Dear Faculty Members and Fellow Students,
You are cordially invited to attend my thesis defense.
Thesis Title: Non Parametric Statistical Modeling using Wavelets: Theory and Methods
Dr. Brani Vidakovic
Dr. Yao Xie
Dr. Dave Goldsman
Dr. Justin Romberg
Dr. Kamran Paynabar
Date and Time: Friday, January 18, 2019, 1:00 PM
Location: ISyE Main 126
This dissertation aims to contribute to the existing theory and methodologies in the field of Data Science, with focus in the wavelet-based non-parametric statistical domain due to its robustness to prior modeling assumptions and flexibility of application in many different contexts.
Considering this objective, four methodologies based on wavelets are introduced and analyzed. Applications such as survival density estimation in the presence of randomly censored data, non-linear additive regression and multiscale correlation analysis are covered, and each topic is studied from both a theoretical and pragmatic perspectives. A theoretical foundation for each proposed method is developed, and then applications are illustrated using simulations studies and real data sets.
My Thesis is structured in six Chapters, each containing the following topics:
In Chapter 1, the motivation for the use of wavelets is provided, and general definitions and results involving their use in statistics are introduced. This aims to the construction of a minimum theoretical foundation over which the methodologies introduced in the subsequent Chapters are built upon.
In Chapter 2, the density estimation problem is studied. A non-parametric estimator for probability densities in the presence of randomly censored data is introduced, and its statistical properties are analyzed. A linear density estimator using wavelet coefficients that are fully data-driven is proposed. This estimator is shown to be asymptotically unbiased, with global mean square consistency. In addition, its performance is evaluated using different exemplary distributions, with different sample sizes and censoring schemes. On top of that, some implementation recommendations and remarks are provided, providing guidance to future practitioners interested in applying the proposed technique.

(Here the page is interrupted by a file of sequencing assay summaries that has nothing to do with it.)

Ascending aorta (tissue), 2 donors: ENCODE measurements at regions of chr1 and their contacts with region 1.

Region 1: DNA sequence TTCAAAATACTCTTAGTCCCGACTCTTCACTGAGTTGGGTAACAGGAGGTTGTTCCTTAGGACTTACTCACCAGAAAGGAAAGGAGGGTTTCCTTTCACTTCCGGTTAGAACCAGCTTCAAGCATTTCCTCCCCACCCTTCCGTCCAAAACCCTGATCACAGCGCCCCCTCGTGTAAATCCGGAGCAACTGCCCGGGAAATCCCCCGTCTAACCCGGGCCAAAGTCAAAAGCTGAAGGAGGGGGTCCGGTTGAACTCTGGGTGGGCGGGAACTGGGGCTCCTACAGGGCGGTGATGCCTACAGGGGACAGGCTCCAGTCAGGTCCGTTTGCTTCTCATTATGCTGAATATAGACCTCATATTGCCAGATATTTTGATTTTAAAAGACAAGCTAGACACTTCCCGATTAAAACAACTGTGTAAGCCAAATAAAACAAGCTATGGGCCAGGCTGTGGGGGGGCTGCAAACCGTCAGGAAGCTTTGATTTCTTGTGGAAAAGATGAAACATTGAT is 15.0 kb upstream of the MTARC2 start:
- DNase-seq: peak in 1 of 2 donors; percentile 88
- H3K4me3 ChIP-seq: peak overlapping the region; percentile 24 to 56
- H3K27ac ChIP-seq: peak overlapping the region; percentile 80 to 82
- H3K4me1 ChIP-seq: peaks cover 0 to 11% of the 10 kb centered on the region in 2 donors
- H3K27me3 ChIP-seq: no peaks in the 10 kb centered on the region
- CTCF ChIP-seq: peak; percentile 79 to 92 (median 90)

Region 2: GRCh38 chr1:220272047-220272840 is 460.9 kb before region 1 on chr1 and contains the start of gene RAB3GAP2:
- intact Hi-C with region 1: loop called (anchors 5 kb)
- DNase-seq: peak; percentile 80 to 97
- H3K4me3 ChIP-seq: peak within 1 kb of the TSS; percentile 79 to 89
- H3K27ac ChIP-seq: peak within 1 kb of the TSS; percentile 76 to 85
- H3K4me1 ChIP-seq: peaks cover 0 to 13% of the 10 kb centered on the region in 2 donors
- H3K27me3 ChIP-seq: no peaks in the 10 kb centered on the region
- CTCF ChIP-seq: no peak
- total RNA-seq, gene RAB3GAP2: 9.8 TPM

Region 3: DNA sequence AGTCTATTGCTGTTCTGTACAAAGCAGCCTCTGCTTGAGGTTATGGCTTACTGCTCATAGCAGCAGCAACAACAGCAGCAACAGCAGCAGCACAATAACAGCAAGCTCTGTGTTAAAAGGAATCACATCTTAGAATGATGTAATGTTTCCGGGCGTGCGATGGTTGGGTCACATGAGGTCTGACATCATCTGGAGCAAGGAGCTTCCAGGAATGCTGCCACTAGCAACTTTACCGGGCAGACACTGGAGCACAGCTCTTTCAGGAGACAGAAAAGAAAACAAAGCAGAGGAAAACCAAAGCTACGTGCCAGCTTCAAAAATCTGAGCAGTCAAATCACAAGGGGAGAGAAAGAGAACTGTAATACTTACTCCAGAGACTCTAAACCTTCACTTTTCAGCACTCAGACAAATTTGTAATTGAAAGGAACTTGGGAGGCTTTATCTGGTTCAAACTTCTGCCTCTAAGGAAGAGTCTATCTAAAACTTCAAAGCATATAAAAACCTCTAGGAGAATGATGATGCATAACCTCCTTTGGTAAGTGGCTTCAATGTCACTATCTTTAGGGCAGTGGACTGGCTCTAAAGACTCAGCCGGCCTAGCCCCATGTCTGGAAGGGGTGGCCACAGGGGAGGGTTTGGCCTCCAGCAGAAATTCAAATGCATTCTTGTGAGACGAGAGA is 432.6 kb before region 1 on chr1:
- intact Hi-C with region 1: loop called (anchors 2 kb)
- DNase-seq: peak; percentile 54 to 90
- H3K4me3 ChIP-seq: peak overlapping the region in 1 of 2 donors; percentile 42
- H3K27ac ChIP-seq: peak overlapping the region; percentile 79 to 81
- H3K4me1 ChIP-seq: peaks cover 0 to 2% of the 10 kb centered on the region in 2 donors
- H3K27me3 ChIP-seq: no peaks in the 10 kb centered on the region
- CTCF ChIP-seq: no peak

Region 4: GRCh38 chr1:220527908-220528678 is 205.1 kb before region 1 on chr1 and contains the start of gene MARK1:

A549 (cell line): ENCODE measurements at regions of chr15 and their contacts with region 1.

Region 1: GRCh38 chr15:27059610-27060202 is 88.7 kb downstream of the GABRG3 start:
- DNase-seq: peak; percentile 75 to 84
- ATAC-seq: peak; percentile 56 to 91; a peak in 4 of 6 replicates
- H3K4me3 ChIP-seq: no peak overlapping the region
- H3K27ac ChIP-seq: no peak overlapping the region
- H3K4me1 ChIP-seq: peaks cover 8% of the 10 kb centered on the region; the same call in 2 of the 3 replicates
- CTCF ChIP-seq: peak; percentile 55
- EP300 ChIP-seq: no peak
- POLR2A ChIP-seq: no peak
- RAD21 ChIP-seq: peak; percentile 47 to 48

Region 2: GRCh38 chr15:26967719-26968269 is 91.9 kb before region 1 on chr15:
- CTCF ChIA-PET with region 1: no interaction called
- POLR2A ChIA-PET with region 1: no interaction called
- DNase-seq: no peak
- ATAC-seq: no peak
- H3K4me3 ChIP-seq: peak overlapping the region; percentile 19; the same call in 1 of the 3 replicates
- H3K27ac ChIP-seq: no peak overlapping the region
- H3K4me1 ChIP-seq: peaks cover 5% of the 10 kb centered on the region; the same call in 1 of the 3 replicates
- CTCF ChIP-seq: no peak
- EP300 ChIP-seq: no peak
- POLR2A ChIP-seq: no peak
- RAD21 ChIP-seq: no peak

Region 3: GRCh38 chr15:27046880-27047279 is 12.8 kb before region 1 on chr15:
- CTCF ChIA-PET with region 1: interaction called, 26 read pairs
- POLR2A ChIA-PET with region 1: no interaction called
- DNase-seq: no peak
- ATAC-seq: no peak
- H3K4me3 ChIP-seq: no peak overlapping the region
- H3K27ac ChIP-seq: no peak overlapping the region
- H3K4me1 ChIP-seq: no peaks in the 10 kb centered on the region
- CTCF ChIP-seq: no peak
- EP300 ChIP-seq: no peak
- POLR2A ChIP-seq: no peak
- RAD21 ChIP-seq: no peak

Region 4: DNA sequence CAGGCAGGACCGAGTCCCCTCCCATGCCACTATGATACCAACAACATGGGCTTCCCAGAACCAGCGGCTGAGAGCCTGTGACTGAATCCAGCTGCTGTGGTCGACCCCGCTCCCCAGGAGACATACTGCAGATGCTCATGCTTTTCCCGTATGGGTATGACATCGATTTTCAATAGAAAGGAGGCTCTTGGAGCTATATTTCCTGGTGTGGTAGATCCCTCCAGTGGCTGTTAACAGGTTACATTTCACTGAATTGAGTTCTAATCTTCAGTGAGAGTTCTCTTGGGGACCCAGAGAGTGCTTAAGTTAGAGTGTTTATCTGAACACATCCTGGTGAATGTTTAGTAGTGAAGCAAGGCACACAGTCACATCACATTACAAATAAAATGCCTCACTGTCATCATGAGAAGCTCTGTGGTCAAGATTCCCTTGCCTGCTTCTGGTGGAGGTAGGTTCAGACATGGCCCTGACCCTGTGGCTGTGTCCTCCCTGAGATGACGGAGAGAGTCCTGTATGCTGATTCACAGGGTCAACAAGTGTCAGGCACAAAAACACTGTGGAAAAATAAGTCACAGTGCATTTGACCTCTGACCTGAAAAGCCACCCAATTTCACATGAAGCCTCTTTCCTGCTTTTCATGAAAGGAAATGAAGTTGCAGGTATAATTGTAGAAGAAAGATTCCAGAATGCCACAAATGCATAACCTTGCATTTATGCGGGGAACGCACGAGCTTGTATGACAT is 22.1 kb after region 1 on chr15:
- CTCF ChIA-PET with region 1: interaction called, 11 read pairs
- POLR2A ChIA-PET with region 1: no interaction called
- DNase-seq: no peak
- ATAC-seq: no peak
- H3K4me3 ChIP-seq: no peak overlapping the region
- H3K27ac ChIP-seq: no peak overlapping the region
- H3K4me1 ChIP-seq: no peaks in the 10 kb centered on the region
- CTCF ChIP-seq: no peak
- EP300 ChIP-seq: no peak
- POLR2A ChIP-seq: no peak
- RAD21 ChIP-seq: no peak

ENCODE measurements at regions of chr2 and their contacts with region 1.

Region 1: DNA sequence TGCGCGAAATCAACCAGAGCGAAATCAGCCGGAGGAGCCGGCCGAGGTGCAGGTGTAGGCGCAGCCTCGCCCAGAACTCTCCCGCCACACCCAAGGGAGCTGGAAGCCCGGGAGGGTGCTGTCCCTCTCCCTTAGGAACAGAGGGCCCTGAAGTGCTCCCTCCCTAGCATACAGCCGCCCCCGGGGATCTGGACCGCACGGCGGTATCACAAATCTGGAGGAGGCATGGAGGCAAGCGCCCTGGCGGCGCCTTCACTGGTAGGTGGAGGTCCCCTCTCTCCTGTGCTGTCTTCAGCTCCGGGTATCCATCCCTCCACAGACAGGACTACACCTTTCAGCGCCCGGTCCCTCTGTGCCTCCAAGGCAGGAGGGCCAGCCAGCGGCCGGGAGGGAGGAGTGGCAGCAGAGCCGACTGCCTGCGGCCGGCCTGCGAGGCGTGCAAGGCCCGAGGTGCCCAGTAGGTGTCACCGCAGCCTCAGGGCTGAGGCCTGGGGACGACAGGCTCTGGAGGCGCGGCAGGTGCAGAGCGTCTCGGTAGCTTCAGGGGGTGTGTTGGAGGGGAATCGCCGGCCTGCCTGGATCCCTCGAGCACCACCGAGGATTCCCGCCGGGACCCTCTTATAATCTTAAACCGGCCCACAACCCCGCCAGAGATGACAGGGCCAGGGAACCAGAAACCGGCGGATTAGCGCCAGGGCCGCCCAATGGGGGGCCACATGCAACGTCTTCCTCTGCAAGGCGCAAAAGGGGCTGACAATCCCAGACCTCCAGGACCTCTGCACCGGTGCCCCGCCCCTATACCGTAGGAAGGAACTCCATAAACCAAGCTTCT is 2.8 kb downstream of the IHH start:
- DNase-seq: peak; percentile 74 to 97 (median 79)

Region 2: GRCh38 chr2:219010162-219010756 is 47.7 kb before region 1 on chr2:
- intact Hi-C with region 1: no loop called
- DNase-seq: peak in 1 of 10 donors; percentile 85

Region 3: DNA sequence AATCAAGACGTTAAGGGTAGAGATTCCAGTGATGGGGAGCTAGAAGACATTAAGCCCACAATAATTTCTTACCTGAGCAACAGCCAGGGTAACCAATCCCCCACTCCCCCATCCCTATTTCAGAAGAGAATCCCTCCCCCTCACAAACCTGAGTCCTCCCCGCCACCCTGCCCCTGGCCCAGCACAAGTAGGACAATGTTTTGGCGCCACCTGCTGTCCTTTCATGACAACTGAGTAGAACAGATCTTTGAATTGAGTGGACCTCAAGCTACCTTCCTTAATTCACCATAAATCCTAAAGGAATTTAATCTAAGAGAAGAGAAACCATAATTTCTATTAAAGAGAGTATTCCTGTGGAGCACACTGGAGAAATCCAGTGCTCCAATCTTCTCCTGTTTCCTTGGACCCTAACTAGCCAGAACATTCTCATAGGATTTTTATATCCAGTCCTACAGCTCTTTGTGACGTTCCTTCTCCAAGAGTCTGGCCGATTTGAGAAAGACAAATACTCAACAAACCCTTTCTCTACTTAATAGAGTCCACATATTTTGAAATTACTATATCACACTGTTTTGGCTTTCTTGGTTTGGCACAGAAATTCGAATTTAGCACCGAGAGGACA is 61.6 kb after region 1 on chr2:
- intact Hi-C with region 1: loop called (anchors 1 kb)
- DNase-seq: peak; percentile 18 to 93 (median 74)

In Chapter 3, the problem of non-parametric regression for additive models is investigated, introducing a novel approach using orthogonal projections onto linear functional subspaces. These regression models are useful in the analysis of responses determined by non-linear relationships with multivariate predictors, which provides more flexibility and generality that the traditional multi-dimensional linear regression model. A mean-square consistent estimator based on an orthogonal projection onto a multiresolution space using empirical wavelet coefficients is proposed, and its convergence rates are analyzed when the set of unknown functions can be characterized by a known smoothness index. These results are obtained without the assumption of an existing equispaced design, a condition that is typically assumed in most wavelet-based procedures. In addition, some qualitative comparison with existing methodologies is provided, illustrating the potential estimation capabilities of the proposed methodology.